Notes[edit]

^ In French: Peul or Peulh; in Fula: Fulɓe. ^ Gravrand, Henry, "La civilisation Sereer - Cosaan : les origines, vol.1, pp 140-146, Nouvelles Editions Africaines, 1983, ISBN 2-7236-0877-8 ^ For more about the Serer-Ndut people, see  : Dupire, Marguerite, "Sagesse sereer: Essais sur la pensée sereer ndut", [1] ^ Klein, Martin A., "Islam and Imperialism in Senegal, Sine-Saloum" 1847-1914, pp vii-5, Edinburgh University Press, (1968), ISBN 0-85224-029-5 ^ Serer-Ndut people
Serer-Ndut people
in Lingua Món Casa de les Llengües Archived 2014-05-17 at the Wayback Machine. ^ Becker, Charles, "Les Serer Ndut: Études sur les mutations sociales et religieuses", Microéditions Hachette (1974) ^ a b Echenberg, Myron J, "Black death, white medicine: bubonic plague and the politics of public health in colonial Senegal, 1914-1945", pp 141-146, Heinemann (2002), ISBN 0-325-07017-2,

Historical maps[edit]

Cours de la rivière de Sanaga ou Sénégal depuis son embouchure jusqu'à l'île de Bilbas / Suite du cours de la rivière de Sénégal depuis l'isle de Bilbas jusqu'au sault du Rocherde Govina / levé par un ingénieur francois, 1718. Online at BNF Carte de la rivière du Sénégal depuis la Barre jusqu'au Panier Foule des petites rivières et marigots qui en dérivent avec les noms des villages qui sont au bord, fait au Sénégal, 1720. Online at BNF Anville, Jean-Baptiste Bourguignon, Carte manuscrite de la côte d'Afrique aux environs de Gorée et de la rivière du Sénégal depuis Cagneux jusqu'à son embouchure. 1724. Online at BNF

External links[edit]

Google Maps satellite image of the Senegal
Senegal
River delta Area Map History (in French) Ethnicity (in French) Religion (in French) Senegalese History and Geography (mainly in French) Horticulture (in French) Parc du Djoudj Indigenous chief Béquio Malicouri

v t e

Serer topics

 Peoples

Serer peoples

Laalaa Ndut Niominka Noon Palor Saafi Seex

 Religion

Key topics

Ciiɗ Classical Ndut teachings Creation myth Criticism Festivals Jaaniiw Junjung Lamane Sadax Saltigue Symbolism Women

Supreme deities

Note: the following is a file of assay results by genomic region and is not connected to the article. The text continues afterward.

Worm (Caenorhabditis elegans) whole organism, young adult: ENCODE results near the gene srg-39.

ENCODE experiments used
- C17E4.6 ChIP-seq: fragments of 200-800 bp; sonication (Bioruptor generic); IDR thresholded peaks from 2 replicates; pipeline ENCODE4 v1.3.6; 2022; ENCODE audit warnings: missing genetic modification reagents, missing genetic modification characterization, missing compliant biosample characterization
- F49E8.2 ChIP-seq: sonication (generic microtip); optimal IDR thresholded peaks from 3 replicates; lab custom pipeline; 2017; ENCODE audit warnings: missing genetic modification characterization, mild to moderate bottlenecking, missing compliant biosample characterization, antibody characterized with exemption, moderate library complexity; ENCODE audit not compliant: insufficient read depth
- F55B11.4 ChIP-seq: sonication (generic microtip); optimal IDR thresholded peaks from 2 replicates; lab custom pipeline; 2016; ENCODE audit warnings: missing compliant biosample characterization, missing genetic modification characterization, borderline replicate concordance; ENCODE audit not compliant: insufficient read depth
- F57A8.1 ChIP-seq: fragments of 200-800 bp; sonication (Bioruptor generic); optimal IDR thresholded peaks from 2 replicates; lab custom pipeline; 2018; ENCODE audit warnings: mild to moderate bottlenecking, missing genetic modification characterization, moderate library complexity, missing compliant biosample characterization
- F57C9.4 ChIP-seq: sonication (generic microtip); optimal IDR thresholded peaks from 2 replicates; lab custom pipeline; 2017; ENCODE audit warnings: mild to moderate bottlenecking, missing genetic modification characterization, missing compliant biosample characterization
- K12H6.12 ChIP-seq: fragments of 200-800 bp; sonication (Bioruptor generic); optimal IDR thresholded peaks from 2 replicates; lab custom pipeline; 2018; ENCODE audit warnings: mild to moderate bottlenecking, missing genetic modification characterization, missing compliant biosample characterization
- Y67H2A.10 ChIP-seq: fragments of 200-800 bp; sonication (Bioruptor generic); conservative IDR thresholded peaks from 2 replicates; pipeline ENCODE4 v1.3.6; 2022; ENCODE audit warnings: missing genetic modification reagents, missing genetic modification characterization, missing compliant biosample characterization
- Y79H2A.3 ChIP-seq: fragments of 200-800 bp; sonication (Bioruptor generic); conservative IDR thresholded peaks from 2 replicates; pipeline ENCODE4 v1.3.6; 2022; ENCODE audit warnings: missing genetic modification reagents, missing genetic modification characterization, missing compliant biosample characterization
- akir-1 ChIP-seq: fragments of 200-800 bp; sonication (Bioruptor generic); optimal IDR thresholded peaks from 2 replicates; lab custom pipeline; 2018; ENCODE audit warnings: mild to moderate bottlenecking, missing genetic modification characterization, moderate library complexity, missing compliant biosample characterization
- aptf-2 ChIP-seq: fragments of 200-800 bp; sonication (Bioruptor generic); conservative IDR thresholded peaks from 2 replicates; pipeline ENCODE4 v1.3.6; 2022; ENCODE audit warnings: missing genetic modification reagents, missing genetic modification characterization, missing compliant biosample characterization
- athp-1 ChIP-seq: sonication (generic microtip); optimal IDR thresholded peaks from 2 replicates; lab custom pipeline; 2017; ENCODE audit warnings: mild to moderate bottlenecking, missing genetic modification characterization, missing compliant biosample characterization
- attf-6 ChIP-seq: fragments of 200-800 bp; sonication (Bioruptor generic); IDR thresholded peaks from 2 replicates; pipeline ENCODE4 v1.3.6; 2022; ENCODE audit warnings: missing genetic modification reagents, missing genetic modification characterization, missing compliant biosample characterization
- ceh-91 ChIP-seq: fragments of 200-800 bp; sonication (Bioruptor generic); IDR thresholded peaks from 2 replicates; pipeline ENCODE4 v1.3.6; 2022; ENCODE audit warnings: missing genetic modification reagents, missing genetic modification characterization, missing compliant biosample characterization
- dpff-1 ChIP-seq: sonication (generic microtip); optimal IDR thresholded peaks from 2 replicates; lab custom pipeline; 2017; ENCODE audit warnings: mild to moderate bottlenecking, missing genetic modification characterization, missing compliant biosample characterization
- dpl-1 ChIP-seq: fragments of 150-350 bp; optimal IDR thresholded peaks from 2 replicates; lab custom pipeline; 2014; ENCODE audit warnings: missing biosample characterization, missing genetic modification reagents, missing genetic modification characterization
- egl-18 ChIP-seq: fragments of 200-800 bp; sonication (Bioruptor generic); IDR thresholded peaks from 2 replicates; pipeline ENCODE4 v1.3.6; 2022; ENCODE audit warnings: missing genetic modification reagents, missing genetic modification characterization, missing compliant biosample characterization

Kokh Kox Koox Kopé Tiatie Cac Roog
Roog
(main)

Other deities

Kumba Njaay Takhar Tiurakh

Saints and ancestral spirits

Ginaaru Julang Joof Laga Ndong Lunguñ Joof Mindiss Moussa Sarr Njemeh (of Languème) Njoxona Ngojil Joof Ngolum Joof Pangool

list

Sacred sites

Fatick Sine River Sine-Saloum Somb Point of Sangomar Tattaguine Tukar Yaboyabo

 History Philosophy Science Law Geography Politics

History

Cekeen Tumulus Khasso Kingdom of Baol Kingdom of Biffeche kingdom of Saloum Kingdom of Sine Serer ancient history Serer history
Serer history
(medieval era to present) States headed by ancient Serer Lamanes The Battle of Fandane-Thiouthioune The Battle of Logandème Timeline of Serer history Western Sahara

Philosophy

Science Law

Medicine

medicinal plants

CEMETRA Loup (healer)

Saltigues and Loup practitioners

MALANGO Philosophy of beauty Jom principle Cosmology Customary law

Geography Politics

Farba Kaba Jaraff Serer countries

 Demographics Culture

Demographics

By region

Gambia Mauritania Senegal

Language

Cangin Lehar Ndut Noon Palor Safen Serer

Culture

Birth Chere Death Inheritance Marriage Mbalax Njuup Sabar Tama Tassu Njom

 Royalty

Kings and lamanes

Lamane
Lamane
Jegan Joof Maad a Sinig
Maad a Sinig
Kumba Ndoffene Famak Joof Maad a Sinig
Maad a Sinig
Kumba Ndoffene Famak Joof Maad a Sinig
Maad a Sinig
Kumba Ndoffene Fa Ndeb Joof Maad a Sinig
Maad a Sinig
Mahecor Joof Maad a Sinig
Maad a Sinig
Maysa Wali Jaxateh Manneh Maad a Sinig
Maad a Sinig
Ama Joof Gnilane Faye Joof Maad Ndaah Njemeh Joof Maad Semou Njekeh Joof

Queens and queen mothers

Lingeer
Lingeer
Fatim Beye Lingeer
Lingeer
Ndoye Demba Serer maternal clans

Dynasties and royal houses

Faye family Guelowar Joof family Joos Maternal Dynasty The Royal House of Boureh Gnilane Joof The Royal House of Jogo Siga Joof The Royal House of Semou Njekeh Joof

Families and royal titles

Buumi Faye family Joof family Lamane Lingeer Loul Maad Saloum Maad a Sinig Njie family Sarr family Sene family Teigne Thilas

Serer people
Serer people
category

Serer religion
Serer religion
category

Serer people
Serer people
portal

Ser